Jackie Kallen: Is it Bryan Vera’s Time?
By Jackie Kallen
Last September boxing fans were left with a bad taste in their mouth when Julio Chavez, jr. was awarded a controversial win over Bryan Vera.The fight was close and many fans felt that Vera got robbed. To add to their displeasure, Chavez failed to make the 168 pound limit and had to pay Vera a shitload of money. The fight weight was changed from 168 pounds to 173 pounds.
One would think that an elite fighter with a lot on the line would not screw around with his weight. I experienced that as James Toney’s manager and I know how it can weaken a boxer and mess with his head. It is not really an advantage to come in heavy.
I don’t blame Vera for accepting the money and fighting at a higher weight. He wasn’t about to walk away from a cushy opportunity like that. Now that a rematch is just days away in San Ontonio, Team Vera should be strategizing like mad. This is their chance to even the record.
They have to convince the smaller Vera to stay away from Chavez jr as much as possible early on. It’s a given that Chavez jr. will go for the kill from the opening bell. He will try to use his size advantage to make it a short fight. I am sure that an early knockout is part of his plan.
Hopefully Vera will be active and make Chavez jr fight and move. If Chavez jr. has had any trouble making weight, he won’t want to expend 12 rounds of energy trying to catch his prey. He will want to get in, take care of business, and get out.
I also hope that Vera is focused and determined that Chavez jr is just another fighter. Although he is the son of a legend–HE is not a legend. Vera has to fight this guy the way he’d fight anyone else. Being that he is from Texas, one would expect Vera to be the home-town favorite. But San Antonia loves Chavez, jr. Despite the fact that the crowd will be pro-Chavez jr., Vera has to zone it all out and just fight.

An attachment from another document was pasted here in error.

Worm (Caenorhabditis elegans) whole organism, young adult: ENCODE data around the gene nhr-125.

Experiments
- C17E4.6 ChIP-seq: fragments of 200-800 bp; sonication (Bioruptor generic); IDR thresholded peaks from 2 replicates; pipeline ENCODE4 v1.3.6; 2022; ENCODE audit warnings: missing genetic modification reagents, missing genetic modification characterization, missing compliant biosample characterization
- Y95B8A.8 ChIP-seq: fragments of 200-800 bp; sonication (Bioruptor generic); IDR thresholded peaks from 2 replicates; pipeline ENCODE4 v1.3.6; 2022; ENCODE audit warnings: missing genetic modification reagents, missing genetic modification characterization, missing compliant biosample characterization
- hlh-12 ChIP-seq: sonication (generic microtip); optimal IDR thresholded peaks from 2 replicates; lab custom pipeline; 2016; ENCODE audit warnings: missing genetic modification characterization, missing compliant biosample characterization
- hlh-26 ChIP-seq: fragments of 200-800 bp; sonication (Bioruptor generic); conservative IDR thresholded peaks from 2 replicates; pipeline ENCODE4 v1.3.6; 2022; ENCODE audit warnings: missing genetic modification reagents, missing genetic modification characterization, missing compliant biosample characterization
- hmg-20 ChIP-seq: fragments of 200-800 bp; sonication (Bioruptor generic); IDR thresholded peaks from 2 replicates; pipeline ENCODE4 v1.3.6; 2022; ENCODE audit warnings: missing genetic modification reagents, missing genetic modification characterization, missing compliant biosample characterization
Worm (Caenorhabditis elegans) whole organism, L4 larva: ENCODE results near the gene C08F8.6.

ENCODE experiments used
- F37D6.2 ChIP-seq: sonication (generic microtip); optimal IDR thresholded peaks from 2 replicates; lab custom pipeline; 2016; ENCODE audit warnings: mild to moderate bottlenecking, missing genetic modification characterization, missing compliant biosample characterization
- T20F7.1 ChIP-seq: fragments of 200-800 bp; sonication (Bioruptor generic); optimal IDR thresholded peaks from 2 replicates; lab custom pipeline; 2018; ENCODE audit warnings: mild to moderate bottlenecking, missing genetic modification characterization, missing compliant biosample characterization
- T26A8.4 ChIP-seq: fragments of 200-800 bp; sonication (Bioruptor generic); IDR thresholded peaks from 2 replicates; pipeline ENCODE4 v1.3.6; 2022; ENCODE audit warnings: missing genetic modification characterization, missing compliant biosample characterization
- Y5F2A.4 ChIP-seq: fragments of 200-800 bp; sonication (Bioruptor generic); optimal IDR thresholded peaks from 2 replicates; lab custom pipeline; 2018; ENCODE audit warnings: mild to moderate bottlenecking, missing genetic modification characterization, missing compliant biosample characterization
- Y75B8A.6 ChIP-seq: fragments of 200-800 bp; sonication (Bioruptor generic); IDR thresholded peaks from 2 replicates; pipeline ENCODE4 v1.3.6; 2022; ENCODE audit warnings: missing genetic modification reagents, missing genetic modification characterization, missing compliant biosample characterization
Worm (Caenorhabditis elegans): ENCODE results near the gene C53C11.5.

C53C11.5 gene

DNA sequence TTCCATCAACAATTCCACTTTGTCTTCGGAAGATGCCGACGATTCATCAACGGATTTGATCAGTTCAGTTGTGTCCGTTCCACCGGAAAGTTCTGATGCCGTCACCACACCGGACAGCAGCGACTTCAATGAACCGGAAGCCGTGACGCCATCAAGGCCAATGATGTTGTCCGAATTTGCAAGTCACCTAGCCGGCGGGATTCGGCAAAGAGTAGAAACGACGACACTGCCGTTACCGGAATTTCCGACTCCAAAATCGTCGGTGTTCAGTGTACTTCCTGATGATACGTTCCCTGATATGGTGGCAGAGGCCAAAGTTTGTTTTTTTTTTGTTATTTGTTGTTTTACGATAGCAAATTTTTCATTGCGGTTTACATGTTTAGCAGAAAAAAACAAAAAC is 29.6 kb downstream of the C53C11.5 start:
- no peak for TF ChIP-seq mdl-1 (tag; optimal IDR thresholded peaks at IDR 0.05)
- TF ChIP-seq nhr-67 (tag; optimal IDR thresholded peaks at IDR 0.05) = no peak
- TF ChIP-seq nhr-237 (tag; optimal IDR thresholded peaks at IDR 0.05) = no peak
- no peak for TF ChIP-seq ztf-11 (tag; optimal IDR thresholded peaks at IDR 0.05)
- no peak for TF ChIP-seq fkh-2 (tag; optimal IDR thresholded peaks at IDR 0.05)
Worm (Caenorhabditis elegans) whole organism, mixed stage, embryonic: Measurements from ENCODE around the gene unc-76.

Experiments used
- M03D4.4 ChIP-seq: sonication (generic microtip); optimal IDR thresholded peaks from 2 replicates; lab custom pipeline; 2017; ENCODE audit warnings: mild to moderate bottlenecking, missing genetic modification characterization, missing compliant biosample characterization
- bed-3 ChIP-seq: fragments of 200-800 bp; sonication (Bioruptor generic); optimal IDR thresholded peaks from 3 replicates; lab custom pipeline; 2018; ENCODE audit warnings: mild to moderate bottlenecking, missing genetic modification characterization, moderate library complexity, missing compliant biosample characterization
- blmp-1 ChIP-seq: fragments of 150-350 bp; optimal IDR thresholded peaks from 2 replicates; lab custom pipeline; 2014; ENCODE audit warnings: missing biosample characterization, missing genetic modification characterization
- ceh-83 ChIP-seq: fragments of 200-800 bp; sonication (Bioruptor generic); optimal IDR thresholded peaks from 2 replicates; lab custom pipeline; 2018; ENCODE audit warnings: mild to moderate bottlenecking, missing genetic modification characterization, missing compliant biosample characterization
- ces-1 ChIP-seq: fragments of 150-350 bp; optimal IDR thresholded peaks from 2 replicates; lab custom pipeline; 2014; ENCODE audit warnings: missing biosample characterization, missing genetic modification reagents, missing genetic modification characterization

Not that I am necessarily cheering against Chavez, jr. but I would enjoy seeing Vera get the win. It’s the same way I feel about Bradley/Pacquiao II. When a man has been cheated, it’s satisfying to see him vindicated.
Fight fans are anxious to see whether a man with only one pro fight can beat a world champion. Ukraine sensation Vasyl Lomachenko who is 1-0 will face veteran Orlando Salido for the WBO Featherweight belt. This is a highly unusual, historic matchup. At 26 years old, with two Gold medals and a spectacular amateur background, Lomachenko has no qualms about taking on the 33 year old who has fought 55 pro fights.
Typically a fighter has to work his way through 4, 6, 8, and 10 round fights before getting in line for a title. That can take several years. Getting the opportunity so early in your career can be a blessing or a curse. Should Lomachenko win, he will immediately have to take on challengers like Jhonny Gonzalez and Abner Mares and other men who have had dozens of fights under their belts. He will not have the chance to learn as he goes.
Could this fight change the way boxers move their careers? Will it encourage other young eager fighters to shoot for the stars too early? It will be interesting to see how this one pans out.